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Delhi’s old illegal constructions have given India’s divisive politics new fangs

People watch the demolition of small illegal retail shops in a communally sensitive area in Jahangirpuri, in New Delhi, India, April 20, 2022.
REUTERS/ Anushree Fadnavis
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If Delhi’s civic authorities genuinely decide to pull down illegal structures, as they did earlier this week, a vast majority of the city’s residents could turn homeless overnight.

After all, this problem has been debated by urban planners, civic bodies, and even the supreme court of India for decades.

While many of them lack access to clean drinking water and sanitation, others have turned into elite settlements like Sainik Farm and Freedom Fighter Colony. Unlike Jahangirpuri, attempts to raze illegal construction in, say, Sainik Farms, have often met stiff resistance from the rich and their embedded institutional interests.

That is why a Bharatiya Janata Party-run civic body’s demolition drive, apparently in the face of a supreme court order against the move, is now widely being viewed as aimed at Muslims. This is despite authorities denying it had anything to do with the religious violence reported in the area on April 16.

And that is what made April 20 demolition drive in the city’s conflict-hit Jahangirpuri locality unparalleled.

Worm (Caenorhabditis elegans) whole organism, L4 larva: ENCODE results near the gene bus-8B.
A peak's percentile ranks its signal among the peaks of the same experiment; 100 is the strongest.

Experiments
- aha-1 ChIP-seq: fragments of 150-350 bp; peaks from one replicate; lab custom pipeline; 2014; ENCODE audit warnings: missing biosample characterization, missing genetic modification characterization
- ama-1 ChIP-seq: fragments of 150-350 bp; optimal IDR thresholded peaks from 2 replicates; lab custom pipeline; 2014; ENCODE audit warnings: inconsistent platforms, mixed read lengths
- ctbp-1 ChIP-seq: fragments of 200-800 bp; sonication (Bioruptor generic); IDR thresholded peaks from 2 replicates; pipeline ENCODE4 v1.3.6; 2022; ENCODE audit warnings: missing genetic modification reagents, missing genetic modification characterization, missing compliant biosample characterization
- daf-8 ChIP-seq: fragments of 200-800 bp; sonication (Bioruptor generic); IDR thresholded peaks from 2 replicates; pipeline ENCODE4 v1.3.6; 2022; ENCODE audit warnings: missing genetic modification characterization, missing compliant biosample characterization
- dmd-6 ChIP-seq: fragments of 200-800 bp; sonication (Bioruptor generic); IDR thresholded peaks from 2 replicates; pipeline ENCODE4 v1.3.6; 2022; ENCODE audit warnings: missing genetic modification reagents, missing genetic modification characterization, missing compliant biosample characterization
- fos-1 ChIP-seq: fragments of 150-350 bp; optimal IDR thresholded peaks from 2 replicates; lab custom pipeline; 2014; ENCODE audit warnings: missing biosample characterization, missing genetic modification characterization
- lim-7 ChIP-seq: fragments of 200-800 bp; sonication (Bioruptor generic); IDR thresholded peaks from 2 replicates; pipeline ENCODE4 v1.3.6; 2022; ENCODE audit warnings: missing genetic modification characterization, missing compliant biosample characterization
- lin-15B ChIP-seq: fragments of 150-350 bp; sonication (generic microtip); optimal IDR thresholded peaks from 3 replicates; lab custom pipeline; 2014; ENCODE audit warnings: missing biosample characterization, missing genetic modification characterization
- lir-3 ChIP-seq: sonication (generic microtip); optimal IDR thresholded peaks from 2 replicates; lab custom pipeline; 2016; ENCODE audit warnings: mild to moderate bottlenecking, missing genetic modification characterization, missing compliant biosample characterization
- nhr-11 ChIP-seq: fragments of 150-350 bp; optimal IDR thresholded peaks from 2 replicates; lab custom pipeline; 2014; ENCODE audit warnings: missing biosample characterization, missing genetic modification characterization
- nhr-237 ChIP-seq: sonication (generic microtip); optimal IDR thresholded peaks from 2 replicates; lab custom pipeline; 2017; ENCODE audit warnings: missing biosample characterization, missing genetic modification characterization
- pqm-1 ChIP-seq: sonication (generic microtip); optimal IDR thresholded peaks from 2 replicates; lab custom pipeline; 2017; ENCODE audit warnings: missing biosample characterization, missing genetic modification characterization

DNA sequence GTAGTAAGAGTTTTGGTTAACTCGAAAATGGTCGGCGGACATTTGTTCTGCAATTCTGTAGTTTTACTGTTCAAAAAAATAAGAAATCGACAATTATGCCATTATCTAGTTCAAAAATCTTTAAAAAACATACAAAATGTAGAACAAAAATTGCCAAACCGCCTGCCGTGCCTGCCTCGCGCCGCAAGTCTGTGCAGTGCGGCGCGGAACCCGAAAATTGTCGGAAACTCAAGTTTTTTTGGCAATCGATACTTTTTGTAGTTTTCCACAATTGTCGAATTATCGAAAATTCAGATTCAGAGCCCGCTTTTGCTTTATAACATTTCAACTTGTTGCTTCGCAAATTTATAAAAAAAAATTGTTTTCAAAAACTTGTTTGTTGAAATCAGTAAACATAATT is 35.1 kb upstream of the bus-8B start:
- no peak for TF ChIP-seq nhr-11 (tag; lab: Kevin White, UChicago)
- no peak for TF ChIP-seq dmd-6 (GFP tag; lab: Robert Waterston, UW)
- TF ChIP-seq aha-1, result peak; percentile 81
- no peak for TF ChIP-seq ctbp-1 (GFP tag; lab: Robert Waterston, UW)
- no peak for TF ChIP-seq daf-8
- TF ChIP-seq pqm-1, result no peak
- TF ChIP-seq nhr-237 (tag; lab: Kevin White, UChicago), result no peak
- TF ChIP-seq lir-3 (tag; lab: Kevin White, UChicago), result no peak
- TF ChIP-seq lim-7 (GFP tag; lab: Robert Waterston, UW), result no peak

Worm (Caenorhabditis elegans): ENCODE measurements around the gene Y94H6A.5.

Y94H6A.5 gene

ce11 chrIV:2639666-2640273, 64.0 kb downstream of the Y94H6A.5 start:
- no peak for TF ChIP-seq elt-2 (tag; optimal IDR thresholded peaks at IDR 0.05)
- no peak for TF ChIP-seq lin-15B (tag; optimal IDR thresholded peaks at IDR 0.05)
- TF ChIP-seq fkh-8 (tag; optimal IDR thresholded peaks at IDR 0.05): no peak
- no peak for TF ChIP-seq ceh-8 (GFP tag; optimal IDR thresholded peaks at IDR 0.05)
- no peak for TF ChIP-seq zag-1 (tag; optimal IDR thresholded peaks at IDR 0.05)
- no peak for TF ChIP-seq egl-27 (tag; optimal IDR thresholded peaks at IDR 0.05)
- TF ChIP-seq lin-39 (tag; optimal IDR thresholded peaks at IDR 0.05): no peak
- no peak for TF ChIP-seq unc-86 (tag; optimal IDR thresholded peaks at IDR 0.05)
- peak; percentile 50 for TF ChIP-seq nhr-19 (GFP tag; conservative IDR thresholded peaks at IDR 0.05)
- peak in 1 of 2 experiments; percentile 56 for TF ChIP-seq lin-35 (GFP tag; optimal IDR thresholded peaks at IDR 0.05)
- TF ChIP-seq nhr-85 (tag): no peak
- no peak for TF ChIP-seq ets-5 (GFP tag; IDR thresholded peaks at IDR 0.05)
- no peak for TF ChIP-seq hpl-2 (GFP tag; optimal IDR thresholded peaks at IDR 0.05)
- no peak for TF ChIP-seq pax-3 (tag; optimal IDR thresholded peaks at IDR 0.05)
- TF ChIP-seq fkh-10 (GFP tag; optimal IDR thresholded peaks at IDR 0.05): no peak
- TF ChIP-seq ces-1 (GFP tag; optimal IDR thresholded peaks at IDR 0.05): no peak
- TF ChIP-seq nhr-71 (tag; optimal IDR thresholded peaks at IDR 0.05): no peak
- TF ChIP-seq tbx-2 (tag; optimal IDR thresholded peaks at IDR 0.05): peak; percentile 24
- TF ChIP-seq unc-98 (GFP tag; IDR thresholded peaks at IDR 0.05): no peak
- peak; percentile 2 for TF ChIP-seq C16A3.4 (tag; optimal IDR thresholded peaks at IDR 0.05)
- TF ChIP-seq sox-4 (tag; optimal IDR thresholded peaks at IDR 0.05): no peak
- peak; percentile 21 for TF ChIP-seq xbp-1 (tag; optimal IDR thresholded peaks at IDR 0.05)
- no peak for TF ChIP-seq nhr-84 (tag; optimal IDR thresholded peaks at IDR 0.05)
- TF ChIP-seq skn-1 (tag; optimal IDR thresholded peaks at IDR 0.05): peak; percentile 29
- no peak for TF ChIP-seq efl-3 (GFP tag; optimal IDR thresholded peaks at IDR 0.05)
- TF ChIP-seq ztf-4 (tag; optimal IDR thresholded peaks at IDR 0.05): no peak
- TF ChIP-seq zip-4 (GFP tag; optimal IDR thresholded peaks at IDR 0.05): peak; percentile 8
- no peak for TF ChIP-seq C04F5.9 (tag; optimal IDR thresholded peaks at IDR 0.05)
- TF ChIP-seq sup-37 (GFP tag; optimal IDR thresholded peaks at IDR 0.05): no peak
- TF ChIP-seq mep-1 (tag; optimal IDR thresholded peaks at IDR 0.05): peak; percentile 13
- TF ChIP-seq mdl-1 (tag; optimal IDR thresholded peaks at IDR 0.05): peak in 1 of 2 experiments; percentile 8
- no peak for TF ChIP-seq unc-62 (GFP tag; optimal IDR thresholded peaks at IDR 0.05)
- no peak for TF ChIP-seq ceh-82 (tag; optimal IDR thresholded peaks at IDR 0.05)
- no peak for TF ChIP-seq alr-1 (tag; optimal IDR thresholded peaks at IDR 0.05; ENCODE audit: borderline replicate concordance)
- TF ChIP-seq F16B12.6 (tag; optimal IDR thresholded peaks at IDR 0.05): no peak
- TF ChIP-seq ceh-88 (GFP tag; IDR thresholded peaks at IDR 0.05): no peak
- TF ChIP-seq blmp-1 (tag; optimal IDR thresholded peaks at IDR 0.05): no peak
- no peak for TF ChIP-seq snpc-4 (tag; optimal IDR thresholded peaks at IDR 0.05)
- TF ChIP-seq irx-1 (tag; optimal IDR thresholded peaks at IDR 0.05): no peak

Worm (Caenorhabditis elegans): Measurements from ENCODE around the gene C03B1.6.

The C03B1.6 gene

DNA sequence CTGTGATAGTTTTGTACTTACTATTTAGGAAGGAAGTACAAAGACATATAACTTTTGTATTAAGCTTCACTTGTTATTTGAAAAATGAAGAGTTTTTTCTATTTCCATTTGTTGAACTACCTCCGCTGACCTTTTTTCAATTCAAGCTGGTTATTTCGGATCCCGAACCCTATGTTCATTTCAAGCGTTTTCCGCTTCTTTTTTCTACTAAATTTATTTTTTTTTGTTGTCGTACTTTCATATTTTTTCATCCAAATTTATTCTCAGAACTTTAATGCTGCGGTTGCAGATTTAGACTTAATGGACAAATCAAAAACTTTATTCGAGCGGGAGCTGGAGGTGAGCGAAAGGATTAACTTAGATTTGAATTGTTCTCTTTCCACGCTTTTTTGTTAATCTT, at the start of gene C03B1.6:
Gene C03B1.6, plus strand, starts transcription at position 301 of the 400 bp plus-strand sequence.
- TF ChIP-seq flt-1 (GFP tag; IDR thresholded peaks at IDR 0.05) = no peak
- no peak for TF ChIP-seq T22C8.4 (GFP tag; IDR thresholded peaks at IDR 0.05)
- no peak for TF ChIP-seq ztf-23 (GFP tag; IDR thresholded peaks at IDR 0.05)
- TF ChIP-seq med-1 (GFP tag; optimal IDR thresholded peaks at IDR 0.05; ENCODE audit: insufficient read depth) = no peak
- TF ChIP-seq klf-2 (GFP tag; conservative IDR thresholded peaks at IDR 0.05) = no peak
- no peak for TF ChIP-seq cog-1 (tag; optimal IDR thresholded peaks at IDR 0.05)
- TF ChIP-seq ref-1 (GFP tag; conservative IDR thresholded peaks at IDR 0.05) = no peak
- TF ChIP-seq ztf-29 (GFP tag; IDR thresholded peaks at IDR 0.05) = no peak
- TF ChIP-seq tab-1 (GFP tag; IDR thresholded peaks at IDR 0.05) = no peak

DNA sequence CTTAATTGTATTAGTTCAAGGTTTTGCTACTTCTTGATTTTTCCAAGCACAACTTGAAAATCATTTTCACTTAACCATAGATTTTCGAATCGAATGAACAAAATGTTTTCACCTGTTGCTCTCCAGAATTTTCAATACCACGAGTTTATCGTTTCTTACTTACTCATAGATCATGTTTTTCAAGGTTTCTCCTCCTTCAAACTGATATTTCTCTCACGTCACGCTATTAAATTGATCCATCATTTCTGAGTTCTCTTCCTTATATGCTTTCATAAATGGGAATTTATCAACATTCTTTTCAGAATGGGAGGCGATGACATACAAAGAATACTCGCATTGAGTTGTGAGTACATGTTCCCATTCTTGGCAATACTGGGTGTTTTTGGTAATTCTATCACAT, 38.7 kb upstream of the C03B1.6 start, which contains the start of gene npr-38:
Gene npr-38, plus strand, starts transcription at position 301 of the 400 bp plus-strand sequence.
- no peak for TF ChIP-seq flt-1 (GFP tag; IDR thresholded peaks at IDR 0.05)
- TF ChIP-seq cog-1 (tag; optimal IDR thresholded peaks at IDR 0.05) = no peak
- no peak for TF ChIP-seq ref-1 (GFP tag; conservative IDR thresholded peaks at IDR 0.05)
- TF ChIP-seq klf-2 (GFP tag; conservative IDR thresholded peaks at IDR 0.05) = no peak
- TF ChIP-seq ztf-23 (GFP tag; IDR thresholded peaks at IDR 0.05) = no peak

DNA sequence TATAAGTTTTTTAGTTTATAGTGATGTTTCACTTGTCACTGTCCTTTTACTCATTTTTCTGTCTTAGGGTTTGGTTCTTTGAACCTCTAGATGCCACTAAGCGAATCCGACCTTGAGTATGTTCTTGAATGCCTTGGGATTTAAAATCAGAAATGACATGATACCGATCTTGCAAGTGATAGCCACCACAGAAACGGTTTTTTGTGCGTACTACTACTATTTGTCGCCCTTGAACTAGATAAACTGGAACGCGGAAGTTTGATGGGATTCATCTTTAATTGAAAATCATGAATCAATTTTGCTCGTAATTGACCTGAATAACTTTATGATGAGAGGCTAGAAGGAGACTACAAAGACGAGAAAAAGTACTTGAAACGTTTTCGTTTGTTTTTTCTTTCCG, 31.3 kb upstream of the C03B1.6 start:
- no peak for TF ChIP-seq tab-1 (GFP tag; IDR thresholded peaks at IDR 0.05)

A widespread problem in Delhi

Over the decades, various master plans and blueprints have tried to address the problem of Delhi’s unauthorised colonies, encroachments, and slum dwellings.

Only about 24% of the city lived in planned colonies—the rest in unauthorised constructions and slums, according to state government data from 2008-2009. As of 2019, there were over 1,700 such illegal colonies spread across Delhi, according to a ministry of housing and urban affairs estimate.

A new master plan announced in 2021 lays out a blueprint for development till 2041. It, too, addressed the issue of the 1,700-odd unauthorised colonies, even considering ownership rights for residents.

Urban planning experts, however, worry that this would instead lead to gentrification of the city.

For instance, Delhi’s Kathputli Colony, a slum cluster, was demolished in 2016, to pave the way for better homes. Nearly six years after being razed, the older residents still await their promised new homes, while they live in a transit camp. Such action only pushes residents of such shantytowns further toward the city’s margins.

Kathputli Colony’s residents were at least given due notice, a requirement under law, before the demolition. The residents and traders of Jahangirpuri say they were not extended even that courtesy.

Jahangirpuri and the lack of due process

A 2017 supreme court judgment said any eviction can only follow extensive surveys and identification of rehabilitation options for residents, according to Land Conflict Watch, a network of researchers studying land conflicts, climate change, and natural resource governance in India.

This was based on UN guidelines for development-based evictions.

In 2017, a Delhi court asked a municipal body to rebuild the homes it had demolished in Sainik Farms, despite the fact that the colony is unauthorised. Lawyers now point to the bias against Jahangirpuri’s poor in following such due processes.

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